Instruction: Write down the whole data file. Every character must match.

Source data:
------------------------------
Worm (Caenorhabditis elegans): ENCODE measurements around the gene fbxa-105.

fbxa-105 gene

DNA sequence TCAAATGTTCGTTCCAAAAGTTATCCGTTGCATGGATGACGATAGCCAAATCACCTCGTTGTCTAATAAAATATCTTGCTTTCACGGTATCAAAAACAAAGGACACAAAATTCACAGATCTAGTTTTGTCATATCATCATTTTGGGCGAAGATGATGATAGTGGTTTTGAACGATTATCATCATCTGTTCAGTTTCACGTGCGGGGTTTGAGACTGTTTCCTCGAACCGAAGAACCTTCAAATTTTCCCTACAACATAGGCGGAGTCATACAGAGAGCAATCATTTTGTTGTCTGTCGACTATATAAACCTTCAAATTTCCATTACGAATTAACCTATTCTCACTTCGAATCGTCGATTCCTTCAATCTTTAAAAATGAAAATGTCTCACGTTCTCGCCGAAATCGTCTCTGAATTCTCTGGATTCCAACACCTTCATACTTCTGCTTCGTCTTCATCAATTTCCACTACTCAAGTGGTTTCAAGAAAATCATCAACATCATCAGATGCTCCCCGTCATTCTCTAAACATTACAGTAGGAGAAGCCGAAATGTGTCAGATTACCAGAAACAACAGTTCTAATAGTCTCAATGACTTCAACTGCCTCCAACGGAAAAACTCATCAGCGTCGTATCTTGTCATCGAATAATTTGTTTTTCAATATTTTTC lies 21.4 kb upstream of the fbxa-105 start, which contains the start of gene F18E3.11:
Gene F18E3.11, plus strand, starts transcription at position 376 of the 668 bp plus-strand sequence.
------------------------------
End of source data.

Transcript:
Worm (Caenorhabditis elegans): ENCODE measurements around the gene fbxa-105.

fbxa-105 gene

DNA sequence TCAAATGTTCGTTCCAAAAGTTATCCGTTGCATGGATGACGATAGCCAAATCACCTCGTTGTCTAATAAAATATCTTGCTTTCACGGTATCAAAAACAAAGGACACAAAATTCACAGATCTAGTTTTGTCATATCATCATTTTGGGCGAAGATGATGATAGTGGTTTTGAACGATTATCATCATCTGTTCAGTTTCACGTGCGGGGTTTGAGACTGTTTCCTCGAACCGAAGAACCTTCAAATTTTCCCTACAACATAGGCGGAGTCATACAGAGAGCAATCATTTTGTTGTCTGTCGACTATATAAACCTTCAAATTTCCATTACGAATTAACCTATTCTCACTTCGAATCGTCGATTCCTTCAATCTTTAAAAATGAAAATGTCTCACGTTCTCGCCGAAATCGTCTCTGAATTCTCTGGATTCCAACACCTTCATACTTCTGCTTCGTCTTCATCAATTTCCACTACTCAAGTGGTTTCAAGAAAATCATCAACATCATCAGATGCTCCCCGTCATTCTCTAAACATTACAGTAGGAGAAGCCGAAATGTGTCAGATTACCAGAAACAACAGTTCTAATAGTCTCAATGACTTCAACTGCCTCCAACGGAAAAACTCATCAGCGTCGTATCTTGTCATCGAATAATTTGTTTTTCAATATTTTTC lies 21.4 kb upstream of the fbxa-105 start, which contains the start of gene F18E3.11:
Gene F18E3.11, plus strand, starts transcription at position 376 of the 668 bp plus-strand sequence.